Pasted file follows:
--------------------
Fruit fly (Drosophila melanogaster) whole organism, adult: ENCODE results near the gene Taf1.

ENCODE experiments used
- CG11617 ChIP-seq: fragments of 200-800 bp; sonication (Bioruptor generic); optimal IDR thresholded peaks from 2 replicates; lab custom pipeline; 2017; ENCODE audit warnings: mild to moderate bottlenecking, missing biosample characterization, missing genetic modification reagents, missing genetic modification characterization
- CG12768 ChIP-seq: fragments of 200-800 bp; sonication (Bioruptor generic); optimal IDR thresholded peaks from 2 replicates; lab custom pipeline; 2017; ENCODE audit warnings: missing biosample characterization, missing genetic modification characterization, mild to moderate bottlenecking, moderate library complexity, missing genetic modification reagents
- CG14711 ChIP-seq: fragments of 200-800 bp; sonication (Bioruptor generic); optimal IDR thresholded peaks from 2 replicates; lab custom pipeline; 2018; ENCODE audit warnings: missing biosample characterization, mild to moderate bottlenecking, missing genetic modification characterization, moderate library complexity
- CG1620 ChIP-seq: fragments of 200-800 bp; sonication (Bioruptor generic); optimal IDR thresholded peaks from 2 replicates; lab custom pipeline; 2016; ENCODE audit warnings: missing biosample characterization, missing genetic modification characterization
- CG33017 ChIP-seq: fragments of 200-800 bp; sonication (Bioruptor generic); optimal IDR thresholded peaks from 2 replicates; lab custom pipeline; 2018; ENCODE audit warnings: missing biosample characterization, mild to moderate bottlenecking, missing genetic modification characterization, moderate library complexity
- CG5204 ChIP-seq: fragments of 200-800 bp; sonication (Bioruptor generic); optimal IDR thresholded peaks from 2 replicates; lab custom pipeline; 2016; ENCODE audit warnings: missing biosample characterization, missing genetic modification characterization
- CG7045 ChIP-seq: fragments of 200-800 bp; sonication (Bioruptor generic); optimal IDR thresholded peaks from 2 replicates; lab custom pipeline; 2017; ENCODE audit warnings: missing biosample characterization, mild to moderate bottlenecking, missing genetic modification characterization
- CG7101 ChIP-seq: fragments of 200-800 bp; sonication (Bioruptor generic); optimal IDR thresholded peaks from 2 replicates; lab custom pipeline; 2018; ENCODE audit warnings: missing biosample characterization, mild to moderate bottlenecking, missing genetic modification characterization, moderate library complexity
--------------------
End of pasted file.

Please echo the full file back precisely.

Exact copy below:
Fruit fly (Drosophila melanogaster) whole organism, adult: ENCODE results near the gene Taf1.

ENCODE experiments used
- CG11617 ChIP-seq: fragments of 200-800 bp; sonication (Bioruptor generic); optimal IDR thresholded peaks from 2 replicates; lab custom pipeline; 2017; ENCODE audit warnings: mild to moderate bottlenecking, missing biosample characterization, missing genetic modification reagents, missing genetic modification characterization
- CG12768 ChIP-seq: fragments of 200-800 bp; sonication (Bioruptor generic); optimal IDR thresholded peaks from 2 replicates; lab custom pipeline; 2017; ENCODE audit warnings: missing biosample characterization, missing genetic modification characterization, mild to moderate bottlenecking, moderate library complexity, missing genetic modification reagents
- CG14711 ChIP-seq: fragments of 200-800 bp; sonication (Bioruptor generic); optimal IDR thresholded peaks from 2 replicates; lab custom pipeline; 2018; ENCODE audit warnings: missing biosample characterization, mild to moderate bottlenecking, missing genetic modification characterization, moderate library complexity
- CG1620 ChIP-seq: fragments of 200-800 bp; sonication (Bioruptor generic); optimal IDR thresholded peaks from 2 replicates; lab custom pipeline; 2016; ENCODE audit warnings: missing biosample characterization, missing genetic modification characterization
- CG33017 ChIP-seq: fragments of 200-800 bp; sonication (Bioruptor generic); optimal IDR thresholded peaks from 2 replicates; lab custom pipeline; 2018; ENCODE audit warnings: missing biosample characterization, mild to moderate bottlenecking, missing genetic modification characterization, moderate library complexity
- CG5204 ChIP-seq: fragments of 200-800 bp; sonication (Bioruptor generic); optimal IDR thresholded peaks from 2 replicates; lab custom pipeline; 2016; ENCODE audit warnings: missing biosample characterization, missing genetic modification characterization
- CG7045 ChIP-seq: fragments of 200-800 bp; sonication (Bioruptor generic); optimal IDR thresholded peaks from 2 replicates; lab custom pipeline; 2017; ENCODE audit warnings: missing biosample characterization, mild to moderate bottlenecking, missing genetic modification characterization
- CG7101 ChIP-seq: fragments of 200-800 bp; sonication (Bioruptor generic); optimal IDR thresholded peaks from 2 replicates; lab custom pipeline; 2018; ENCODE audit warnings: missing biosample characterization, mild to moderate bottlenecking, missing genetic modification characterization, moderate library complexity